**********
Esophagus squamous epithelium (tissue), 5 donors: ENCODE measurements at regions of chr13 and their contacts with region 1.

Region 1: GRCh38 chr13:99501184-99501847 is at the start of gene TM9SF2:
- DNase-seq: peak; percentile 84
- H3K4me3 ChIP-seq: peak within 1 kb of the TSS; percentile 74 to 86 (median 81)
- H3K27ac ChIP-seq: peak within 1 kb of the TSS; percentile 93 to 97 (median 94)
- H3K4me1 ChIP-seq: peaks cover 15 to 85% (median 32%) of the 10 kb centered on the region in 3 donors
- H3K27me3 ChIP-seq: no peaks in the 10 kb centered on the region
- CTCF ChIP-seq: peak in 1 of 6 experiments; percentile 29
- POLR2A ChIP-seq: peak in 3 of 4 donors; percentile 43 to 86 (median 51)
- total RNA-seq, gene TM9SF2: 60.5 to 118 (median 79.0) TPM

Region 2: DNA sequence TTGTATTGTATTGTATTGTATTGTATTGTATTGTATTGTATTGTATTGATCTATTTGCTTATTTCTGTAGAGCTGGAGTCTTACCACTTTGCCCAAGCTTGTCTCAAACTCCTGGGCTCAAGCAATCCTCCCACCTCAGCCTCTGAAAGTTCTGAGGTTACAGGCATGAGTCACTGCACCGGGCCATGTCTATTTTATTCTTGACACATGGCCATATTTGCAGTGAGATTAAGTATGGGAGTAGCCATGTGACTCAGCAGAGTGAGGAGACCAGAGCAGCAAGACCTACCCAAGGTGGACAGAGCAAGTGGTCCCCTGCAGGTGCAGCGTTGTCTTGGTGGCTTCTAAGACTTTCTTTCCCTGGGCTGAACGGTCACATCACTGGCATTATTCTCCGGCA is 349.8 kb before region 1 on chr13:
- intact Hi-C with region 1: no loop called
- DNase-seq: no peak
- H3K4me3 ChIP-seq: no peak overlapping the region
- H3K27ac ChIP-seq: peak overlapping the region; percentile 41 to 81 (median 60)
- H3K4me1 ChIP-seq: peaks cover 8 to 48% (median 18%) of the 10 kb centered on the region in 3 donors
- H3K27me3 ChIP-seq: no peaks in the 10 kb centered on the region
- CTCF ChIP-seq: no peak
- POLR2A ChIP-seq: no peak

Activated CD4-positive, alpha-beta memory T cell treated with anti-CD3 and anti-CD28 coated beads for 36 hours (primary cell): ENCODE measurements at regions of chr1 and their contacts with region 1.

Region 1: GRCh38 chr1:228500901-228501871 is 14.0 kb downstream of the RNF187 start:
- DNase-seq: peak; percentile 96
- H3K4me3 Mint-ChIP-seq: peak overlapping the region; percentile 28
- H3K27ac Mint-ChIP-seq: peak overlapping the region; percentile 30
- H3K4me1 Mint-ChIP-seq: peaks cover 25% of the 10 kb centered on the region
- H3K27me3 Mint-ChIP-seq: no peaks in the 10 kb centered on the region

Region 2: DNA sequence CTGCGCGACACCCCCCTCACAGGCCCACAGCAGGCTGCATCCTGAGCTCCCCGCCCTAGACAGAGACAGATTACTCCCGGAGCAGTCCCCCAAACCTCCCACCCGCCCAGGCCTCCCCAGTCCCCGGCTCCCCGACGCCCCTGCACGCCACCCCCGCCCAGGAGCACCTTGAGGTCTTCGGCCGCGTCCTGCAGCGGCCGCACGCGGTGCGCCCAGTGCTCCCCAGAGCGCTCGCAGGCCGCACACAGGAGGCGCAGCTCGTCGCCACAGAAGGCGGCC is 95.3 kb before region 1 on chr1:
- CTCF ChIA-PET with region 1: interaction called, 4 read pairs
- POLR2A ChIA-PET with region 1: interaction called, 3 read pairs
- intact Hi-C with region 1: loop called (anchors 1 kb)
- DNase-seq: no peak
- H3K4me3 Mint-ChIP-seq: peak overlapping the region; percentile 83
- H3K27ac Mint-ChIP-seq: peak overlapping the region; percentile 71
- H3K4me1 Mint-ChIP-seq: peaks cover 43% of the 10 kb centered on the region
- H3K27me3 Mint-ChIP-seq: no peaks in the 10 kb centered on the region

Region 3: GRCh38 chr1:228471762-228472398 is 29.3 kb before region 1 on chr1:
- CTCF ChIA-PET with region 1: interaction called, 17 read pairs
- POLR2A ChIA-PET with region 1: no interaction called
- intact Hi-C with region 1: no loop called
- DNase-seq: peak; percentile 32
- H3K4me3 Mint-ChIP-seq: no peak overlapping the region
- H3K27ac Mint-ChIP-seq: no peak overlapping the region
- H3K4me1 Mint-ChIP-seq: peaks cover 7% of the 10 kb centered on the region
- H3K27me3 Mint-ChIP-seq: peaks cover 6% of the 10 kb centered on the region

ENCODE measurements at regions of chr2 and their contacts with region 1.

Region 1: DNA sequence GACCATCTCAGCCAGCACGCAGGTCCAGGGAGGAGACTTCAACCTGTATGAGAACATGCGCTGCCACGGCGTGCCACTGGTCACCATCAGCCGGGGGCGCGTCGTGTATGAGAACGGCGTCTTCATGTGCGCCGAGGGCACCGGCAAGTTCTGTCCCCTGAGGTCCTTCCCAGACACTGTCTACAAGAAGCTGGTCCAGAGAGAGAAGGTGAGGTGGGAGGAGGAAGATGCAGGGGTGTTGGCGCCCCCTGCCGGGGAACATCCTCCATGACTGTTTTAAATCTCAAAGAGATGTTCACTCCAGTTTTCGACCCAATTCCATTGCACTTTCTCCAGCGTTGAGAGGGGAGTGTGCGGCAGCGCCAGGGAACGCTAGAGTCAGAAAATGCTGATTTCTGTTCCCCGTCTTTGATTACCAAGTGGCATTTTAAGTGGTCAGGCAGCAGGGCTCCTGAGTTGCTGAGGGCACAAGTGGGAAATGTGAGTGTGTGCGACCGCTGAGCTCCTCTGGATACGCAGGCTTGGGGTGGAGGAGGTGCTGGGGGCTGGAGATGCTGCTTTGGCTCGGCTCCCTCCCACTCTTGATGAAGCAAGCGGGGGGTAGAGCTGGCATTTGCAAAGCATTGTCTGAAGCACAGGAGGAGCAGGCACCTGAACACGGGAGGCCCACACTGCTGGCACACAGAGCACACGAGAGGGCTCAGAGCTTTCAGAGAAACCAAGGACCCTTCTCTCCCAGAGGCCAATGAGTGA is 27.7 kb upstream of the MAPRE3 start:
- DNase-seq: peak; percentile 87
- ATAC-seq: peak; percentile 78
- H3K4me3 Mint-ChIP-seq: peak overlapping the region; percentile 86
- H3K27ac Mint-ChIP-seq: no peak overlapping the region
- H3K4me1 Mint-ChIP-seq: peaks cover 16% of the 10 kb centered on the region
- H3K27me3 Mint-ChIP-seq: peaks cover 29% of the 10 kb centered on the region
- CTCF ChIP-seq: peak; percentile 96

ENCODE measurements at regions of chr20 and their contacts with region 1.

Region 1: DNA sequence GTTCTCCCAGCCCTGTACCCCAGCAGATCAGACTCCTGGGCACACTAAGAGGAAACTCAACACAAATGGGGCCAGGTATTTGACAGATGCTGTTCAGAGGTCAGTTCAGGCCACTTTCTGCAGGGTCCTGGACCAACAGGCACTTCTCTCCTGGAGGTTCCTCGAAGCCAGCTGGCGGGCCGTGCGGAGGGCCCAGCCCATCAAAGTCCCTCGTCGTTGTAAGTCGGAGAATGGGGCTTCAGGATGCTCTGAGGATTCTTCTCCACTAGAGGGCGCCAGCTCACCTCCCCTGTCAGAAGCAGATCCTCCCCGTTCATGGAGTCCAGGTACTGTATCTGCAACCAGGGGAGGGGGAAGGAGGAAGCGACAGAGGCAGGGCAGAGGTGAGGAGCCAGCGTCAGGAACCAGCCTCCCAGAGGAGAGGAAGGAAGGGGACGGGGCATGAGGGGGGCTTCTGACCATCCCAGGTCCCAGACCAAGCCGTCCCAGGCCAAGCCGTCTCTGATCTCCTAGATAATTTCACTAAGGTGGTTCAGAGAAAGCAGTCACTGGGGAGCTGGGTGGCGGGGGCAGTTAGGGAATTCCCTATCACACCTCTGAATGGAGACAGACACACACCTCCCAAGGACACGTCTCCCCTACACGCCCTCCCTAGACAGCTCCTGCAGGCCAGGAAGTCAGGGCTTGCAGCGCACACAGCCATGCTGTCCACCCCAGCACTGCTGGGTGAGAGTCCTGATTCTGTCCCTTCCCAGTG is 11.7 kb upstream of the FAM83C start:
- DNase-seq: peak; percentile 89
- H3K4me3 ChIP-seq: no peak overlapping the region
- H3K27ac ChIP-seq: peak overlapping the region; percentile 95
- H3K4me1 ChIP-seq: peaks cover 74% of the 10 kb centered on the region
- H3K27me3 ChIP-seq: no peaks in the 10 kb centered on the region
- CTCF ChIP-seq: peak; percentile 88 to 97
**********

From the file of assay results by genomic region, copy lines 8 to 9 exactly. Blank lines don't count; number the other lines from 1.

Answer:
- CTCF ChIP-seq: peak in 1 of 6 experiments; percentile 29
- POLR2A ChIP-seq: peak in 3 of 4 donors; percentile 43 to 86 (median 51)